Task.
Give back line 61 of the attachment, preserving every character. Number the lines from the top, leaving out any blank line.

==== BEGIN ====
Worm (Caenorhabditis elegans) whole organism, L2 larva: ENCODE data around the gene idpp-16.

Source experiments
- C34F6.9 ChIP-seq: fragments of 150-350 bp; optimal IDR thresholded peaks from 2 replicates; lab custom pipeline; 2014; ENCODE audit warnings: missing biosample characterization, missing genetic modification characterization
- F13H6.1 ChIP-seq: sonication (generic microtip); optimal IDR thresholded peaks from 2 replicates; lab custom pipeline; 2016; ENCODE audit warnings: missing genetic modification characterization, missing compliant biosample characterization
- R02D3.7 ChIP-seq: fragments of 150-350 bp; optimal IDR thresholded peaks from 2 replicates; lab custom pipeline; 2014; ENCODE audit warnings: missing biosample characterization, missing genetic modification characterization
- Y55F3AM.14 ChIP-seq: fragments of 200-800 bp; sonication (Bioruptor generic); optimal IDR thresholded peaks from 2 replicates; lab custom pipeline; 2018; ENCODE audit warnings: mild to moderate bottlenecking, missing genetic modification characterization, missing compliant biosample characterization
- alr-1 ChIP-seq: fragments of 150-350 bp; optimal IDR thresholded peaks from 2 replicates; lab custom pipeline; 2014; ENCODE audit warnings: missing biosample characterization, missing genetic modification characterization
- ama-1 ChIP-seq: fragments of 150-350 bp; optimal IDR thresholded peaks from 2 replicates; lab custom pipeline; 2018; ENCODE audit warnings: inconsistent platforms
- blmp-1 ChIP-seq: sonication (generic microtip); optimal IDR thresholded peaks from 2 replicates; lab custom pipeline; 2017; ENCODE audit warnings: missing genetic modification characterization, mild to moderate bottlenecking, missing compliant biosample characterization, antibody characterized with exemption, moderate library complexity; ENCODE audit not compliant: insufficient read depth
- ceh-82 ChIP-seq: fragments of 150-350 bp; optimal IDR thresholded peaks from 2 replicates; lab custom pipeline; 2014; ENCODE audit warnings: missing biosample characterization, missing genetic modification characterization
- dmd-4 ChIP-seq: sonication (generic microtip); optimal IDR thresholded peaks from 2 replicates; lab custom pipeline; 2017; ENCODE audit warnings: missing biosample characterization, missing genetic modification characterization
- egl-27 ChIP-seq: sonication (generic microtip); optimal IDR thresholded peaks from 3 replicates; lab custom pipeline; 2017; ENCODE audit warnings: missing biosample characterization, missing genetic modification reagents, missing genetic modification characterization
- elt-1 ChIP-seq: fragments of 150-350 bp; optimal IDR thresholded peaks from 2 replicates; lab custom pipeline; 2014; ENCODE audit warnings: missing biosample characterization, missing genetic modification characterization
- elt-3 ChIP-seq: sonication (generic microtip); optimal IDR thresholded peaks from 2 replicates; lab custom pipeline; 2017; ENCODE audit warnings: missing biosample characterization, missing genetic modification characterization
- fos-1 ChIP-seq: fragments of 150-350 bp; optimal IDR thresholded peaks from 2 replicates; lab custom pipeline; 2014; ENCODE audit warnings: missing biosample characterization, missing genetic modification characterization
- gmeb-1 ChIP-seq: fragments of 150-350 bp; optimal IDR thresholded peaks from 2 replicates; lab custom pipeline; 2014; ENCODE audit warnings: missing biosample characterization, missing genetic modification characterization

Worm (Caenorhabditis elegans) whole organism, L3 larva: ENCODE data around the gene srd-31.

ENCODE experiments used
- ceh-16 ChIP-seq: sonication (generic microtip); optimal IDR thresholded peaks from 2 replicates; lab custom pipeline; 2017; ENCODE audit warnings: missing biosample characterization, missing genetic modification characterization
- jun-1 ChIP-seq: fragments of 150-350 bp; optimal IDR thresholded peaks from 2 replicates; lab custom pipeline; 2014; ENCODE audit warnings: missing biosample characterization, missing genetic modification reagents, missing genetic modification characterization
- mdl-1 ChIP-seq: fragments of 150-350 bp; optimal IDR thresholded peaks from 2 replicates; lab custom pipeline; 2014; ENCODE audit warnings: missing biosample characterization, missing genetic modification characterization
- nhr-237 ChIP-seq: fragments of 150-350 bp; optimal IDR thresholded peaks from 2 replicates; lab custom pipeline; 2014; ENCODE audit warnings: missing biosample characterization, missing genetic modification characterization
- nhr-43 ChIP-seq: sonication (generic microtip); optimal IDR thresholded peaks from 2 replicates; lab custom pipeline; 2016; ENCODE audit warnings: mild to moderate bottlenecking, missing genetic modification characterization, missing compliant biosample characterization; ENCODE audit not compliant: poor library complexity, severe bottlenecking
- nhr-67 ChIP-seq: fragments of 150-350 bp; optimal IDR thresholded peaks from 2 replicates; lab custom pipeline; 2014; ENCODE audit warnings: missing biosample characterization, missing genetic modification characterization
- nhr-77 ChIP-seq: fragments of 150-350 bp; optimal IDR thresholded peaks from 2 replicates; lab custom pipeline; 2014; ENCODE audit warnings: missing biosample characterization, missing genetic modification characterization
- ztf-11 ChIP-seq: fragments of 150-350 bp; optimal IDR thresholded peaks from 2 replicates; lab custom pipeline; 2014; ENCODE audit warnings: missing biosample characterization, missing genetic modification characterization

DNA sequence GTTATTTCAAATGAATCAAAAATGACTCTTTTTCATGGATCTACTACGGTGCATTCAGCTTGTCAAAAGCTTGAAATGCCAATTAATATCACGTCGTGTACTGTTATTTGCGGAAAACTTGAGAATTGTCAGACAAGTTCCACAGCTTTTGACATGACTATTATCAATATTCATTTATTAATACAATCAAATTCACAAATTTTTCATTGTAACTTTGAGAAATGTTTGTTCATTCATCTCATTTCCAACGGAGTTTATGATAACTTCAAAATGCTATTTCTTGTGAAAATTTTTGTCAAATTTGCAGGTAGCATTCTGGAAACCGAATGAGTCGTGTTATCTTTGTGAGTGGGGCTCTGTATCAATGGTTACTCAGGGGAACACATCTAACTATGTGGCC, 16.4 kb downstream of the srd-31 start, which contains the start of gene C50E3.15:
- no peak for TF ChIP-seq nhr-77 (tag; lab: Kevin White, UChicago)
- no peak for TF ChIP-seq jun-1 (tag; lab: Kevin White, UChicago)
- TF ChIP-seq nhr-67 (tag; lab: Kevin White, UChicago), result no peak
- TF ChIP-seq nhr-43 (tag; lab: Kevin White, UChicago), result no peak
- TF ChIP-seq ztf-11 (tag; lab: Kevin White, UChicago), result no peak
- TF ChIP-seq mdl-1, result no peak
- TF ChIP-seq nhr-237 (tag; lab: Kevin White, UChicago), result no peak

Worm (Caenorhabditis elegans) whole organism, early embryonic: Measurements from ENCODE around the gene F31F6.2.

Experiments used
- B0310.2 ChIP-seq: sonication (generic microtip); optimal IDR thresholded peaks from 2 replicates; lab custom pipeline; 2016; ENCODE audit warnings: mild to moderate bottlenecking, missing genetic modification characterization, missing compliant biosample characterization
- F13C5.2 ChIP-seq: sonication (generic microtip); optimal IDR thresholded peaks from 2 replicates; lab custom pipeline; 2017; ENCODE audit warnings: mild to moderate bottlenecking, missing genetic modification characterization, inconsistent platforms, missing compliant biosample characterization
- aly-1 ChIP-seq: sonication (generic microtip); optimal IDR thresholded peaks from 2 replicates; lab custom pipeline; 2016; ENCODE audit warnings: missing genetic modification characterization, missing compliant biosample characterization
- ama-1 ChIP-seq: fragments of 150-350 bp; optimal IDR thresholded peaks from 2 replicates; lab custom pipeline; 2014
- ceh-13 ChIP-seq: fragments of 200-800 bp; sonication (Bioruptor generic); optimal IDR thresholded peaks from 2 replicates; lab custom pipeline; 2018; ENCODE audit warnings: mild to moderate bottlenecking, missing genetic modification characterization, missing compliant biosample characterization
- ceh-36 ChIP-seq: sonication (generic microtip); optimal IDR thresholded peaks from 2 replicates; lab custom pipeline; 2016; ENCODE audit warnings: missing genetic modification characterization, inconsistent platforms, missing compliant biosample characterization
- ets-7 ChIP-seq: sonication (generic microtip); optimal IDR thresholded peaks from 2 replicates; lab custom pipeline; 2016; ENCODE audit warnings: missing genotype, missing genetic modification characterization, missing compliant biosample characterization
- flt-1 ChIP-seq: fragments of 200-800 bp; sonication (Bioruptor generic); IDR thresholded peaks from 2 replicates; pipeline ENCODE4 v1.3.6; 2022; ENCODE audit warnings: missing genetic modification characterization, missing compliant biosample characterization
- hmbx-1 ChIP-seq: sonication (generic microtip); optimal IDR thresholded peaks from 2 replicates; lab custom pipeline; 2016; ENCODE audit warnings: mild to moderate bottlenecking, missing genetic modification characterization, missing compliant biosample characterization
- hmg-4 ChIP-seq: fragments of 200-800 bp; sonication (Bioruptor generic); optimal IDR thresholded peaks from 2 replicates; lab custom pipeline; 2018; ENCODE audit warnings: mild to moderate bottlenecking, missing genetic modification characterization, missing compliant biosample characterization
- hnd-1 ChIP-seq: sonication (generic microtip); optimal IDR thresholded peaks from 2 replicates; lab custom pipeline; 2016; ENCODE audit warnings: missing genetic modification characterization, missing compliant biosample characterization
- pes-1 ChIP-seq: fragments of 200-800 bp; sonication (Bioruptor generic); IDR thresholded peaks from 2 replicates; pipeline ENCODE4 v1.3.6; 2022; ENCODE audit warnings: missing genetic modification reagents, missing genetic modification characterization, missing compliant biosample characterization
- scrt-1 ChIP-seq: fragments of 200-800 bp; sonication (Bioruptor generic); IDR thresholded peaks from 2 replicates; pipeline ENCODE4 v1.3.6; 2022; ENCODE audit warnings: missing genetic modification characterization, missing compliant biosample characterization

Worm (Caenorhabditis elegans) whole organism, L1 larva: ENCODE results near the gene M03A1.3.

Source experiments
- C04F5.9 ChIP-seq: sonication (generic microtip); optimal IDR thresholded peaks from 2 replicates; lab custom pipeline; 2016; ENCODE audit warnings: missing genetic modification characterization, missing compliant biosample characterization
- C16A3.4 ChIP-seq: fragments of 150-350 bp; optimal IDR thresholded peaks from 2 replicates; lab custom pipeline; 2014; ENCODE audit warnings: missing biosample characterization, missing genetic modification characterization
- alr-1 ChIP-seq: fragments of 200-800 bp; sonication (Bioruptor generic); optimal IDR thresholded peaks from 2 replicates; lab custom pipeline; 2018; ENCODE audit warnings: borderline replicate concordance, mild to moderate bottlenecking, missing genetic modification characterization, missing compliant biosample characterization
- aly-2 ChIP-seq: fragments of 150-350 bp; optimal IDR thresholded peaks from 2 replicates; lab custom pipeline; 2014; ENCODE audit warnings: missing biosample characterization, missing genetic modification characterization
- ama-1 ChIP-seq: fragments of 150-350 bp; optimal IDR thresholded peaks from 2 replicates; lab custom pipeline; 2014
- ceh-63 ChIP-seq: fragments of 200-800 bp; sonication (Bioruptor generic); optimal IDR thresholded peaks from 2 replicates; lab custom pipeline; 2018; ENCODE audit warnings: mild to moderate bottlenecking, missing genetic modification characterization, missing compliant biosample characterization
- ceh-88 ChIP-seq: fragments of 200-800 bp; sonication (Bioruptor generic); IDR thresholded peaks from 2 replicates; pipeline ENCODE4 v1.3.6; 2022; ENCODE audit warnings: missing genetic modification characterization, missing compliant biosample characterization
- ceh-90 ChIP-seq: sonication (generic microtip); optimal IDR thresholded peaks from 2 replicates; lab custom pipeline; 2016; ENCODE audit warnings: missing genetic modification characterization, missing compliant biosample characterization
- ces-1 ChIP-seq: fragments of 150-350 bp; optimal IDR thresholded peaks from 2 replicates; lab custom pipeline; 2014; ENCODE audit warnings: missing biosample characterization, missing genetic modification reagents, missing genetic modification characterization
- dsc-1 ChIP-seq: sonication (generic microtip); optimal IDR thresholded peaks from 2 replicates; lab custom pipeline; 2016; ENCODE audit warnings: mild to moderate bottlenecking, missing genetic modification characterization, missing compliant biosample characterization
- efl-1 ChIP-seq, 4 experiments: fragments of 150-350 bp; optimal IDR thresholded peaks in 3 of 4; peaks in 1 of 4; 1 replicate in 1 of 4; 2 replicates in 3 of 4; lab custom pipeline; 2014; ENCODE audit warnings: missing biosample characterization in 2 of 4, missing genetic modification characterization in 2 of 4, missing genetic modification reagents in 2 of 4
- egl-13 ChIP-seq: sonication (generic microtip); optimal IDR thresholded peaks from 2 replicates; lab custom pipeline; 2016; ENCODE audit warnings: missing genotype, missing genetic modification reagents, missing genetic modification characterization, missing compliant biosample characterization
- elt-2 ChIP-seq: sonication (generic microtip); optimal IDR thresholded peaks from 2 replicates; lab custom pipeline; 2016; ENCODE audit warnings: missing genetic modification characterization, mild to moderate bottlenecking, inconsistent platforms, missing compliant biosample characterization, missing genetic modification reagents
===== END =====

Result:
- dsc-1 ChIP-seq: sonication (generic microtip); optimal IDR thresholded peaks from 2 replicates; lab custom pipeline; 2016; ENCODE audit warnings: mild to moderate bottlenecking, missing genetic modification characterization, missing compliant biosample characterization